Here is what you need to know.
Twitter’s CEO is out. Dick Costolo is stepping down as chief executive officer of Twitter. On his departure, Costolo told Business Insider’s Jay Yarow, “There’s never going to be a perfect time.” Costolo will be replaced on an interim basis by Twitter founder and board member Jack Dorsey, who was ousted in 2008. Dorsey was twice asked by Yarow if he wanted to be named full-time CEO, and he responded, “I’m not focused on that question at all. I’m focused on making sure we continue our momentum and to amplify what we’re doing.”
Germany is making plans for Greece exiting the euro. Germany’s Bild tabloid reports the German government is taking steps in case Greece defaults after its negotiations with the International Monetary Fund broke down on Thursday. The report suggests Berlin is preparing debt haircuts and capital controls in the event of a Greek default. On Monday, Bank of America Merrill Lynch analyst Athanasios Vamvakidis noted, “Greece and its creditors will have to finalise the deal by the end of this week, the Greek parliament will have to approve the deal the following week, and the European parliaments will have to approve it during the last week of June (assuming away problems with the summer recess).” Greece’s 2-year yield is up 45 basis points at 24.75%.
The PBOC is expected to cut its reserve requirement ratio. China Merchants Bank believes the People’s Bank of China could cut its key lending rate as soon as this weekend. Analyst Liu Dongliang thinks the PBOC will lower its reserve requirement ratio by as much as 100 basis points to 17.50%. According to Bloomberg, “That would be the third reduction this year.” China’s yuan slipped fractionally to 6.2084 per dollar.
Dish is trying to get funding to make a bid for T-Mobile. Dish Network is reportedly in talks with banks to borrow between $US10 and $US15 billion to make a bid for T-Mobile US. People familiar with the matter told the Wall Street Journal, if a deal happens it will likely be primarily made up of stock. According to Journal, “A deal agreement between Dish and T-Mobile isn’t imminent, and it is possible there won’t be one.”
Blackberry might use Google’s Android software. Unidentified sources told Reuters, “The move to use Android is part of BlackBerry’s strategy to pivot to focus on software and device management.” The smartphone maker has struggled to win back market share from Apple and other devices.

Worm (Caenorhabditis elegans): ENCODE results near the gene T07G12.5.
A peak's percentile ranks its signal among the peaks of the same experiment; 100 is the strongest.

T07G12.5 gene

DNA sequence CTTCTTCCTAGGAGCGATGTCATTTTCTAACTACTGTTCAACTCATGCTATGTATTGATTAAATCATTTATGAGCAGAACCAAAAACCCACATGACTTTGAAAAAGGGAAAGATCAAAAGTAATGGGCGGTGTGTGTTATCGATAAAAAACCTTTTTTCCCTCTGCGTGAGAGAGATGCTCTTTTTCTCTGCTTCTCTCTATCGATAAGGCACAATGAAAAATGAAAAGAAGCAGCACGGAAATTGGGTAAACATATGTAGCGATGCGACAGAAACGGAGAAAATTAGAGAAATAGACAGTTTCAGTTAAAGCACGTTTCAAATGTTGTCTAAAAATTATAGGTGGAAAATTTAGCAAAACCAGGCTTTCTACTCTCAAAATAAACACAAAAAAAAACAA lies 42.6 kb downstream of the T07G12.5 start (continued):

The House is set to vote on President Obama’s Pacific Rim trade deal. The trade deal would include 40% of the global economy with a passage in the House putting it on the ‘fast-track’ as the Senate has already given its stamp of approval. According to Reuters, “Fast-track authority would let lawmakers set negotiating objectives for trade deals, such as the Trans Pacific Partnership, but restrict them to only a yes-or-no vote on the finished agreement.”
Guggenheim’s CIO says the talk of a bond bubble is nonsense. Scott Minerd says talk of a bubble in bonds is overblown. “I’ve been looking for Sasquatch in the bond bubble, or the credit bubble,” Minerd said at a Standard & Poor’s conference on Thursday. “And I haven’t found either one yet.” Minerd believes long-term bond yields will hold steady or even fall.
Dominique Strauss-Kahn was acquitted of charges of aggravated pimping. The AP reports, Strauss-Kahn, the former managing director of the IMF, told the court “he participated in ‘recreational sessions’ while he was busy ‘saving the world’ from one of its worst financial crises.” The judge ruled Strauss-Kahn was a ‘customer’ and not a pimp.
Global stock markets are mixed. Britain’s FTSE (-0.4%) paces the decline in Europe after Hong Kong’s Hang Seng (+1.4%) led the way in Asia. S&P 500 futures are down 4.75 points at 24.75%.
US economic data flows. PPI is due out at 8:30 a.m. ET and University of Michigan Consumer Sentiment will cross the wires at 10 a.m. ET. The Baker Hughes rig count will be released at 1 p.m. ET.
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